Additionally, in considering whether acts and omissions of representatives constitute special circumstances that precluded the filing of the appeal on time, WCAT will take into account the following factors (see WCAT Decision #2003-04175):
(a) whether, within the relevant appeal period, the party instructed a representative to appeal;
(b) whether the party gave appeal instructions promptly (early in the appeal period);
(c) whether the party followed up with the representative within the appeal period to ensure that the representative initiated the appeal;
(d) whether the party was in any way responsible for the delay;
(e) whether the representative acted as quickly as possible to appeal as soon as the delay was brought to their attention;
(f) if the party is no longer represented, whether the party acted as quickly as possible to appeal as soon as they became aware of the delay; and
(g) any other relevant circumstances particular to the case.
 Counsel for Mr. Baldwin identify the key issue for consideration in this application as whether there is any reasonable basis for the decision that there were not unusual circumstances here that hindered or impeded Mr. Baldwin’s pursuit of the appeal.
 In the WCAT decision upon which this appeal is based, the Vice Chair noted:
The WCAT clerk took the worker’s address and sent a letter dated April 27, 2006 to him requesting further information necessary to complete the Act’s notice of appeal requirements. WCAT gave the worker until May 29, 2006 to submit this information and warned that a failure to do so would result in his being considered out of time. If this occurred, the worker would need to apply for an extension of time to continue his appeal.
 Although the Vice Chair reviewed the factors that “may be considered in deciding whether special circumstances precluded the filing of an appeal on time” [emphasis added] under Item #5.31 of the MRPP, the Vice Chair made no mention of the additional factors that should be taken into account. However, I find that having reviewed the Vice Chair’s reasons, although this part of Item #5.31 was not explicitly mentioned, the Vice Chair addressed a number of these points. WCAT is required to provide reasons for its decisions, pursuant to s. 253(3) of the WCA. However, I am unaware of any requirement stating that a tribunal must mention every factor that could possibly influence a decision. In my view, to require endlessly detailed reasons in all situations would ask too much. Reasons must be sufficient to allow the parties involved to understand the decision-maker’s reasoning and to provide enough information for an appeal, if one is desired, but should not be held to a standard of perfection. Indeed, there are cases which seem to acknowledge that such perfect reasons are unrealistic: see e.g. Canada (Minister of Justice) v. Mahoney,  O.J. No. 2044 (C.A.) (QL).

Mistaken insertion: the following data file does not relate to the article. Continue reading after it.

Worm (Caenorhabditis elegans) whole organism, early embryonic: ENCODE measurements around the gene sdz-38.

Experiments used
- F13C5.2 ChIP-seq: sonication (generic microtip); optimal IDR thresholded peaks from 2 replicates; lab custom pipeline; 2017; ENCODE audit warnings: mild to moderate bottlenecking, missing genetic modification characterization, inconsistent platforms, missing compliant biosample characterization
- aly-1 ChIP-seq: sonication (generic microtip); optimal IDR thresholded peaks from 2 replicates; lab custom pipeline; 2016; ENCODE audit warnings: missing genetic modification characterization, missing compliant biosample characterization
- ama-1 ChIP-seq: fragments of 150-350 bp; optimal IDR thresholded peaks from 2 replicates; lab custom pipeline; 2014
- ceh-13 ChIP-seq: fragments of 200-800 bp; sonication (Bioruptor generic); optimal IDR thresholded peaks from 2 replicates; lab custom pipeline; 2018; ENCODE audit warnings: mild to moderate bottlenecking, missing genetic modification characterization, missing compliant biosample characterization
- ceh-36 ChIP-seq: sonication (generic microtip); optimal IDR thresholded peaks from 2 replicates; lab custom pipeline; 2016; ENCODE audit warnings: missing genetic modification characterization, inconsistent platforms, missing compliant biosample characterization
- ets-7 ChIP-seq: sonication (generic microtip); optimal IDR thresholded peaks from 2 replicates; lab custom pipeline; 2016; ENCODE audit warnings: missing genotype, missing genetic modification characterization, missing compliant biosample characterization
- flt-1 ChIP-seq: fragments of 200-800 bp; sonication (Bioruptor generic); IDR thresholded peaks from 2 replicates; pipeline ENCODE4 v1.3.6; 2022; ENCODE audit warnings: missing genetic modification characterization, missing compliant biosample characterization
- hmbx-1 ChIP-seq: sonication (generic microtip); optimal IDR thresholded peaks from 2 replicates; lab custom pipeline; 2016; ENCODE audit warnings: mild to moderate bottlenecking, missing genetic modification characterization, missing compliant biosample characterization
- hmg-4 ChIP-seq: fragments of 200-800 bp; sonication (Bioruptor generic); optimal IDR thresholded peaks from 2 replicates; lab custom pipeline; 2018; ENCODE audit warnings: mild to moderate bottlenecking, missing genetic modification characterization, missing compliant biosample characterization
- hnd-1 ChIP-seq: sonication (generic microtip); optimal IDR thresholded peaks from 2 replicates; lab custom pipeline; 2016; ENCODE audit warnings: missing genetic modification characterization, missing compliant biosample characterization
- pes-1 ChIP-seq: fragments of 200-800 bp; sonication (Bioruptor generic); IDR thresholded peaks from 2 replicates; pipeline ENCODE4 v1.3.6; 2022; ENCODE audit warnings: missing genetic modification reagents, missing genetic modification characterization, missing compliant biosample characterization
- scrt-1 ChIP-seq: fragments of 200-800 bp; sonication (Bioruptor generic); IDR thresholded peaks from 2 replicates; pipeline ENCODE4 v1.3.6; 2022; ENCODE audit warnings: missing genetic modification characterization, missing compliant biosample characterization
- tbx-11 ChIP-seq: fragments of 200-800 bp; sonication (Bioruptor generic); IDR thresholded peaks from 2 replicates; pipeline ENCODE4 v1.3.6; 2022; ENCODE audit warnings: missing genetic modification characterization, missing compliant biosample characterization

The Vice Chair accepted Mr. Baldwin’s evidence that a WCAT clerk told him the appeal process was started with his telephone call on April 26, 2006, and that Mr. Baldwin received the April 27 letter from WCAT without the notice of appeal forms. The Vice Chair continued: “Having not appealed to WCAT in the past, I appreciate that under these circumstances the worker would be somewhat confused about the status of his appeal.” However, the Vice Chair seems to have based his decision in large part on the fact that the letter of April 27, 2006, which Mr. Baldwin did receive, informed him that he was required to submit further information before May 29, 2006 or face having his appeal treated as out of time. The Vice Chair wrote, “While the worker may have mistakenly believed he had successfully perfected his appeal and was not subject to further filing deadlines, I do not find this belief was reasonable given the wording of the April 27, 2006 letter from WCAT.”
 Although the Vice Chair did not refer to the additional provisions of Item #5.31 which I have quoted, I do not find that his decision to refuse an extension was patently unreasonable. The Vice Chair laid out the facts and the reasons for his decision. Regardless of whether the issue is characterized as a dispute over fact, law or exercise of discretion, the Vice Chair’s decision was not patently unreasonable.
 Having found that the WCAT decision of January 9, 2007, was not patently unreasonable, I must dismiss this petition.
The Honourable Mr. Justice S.R. Romilly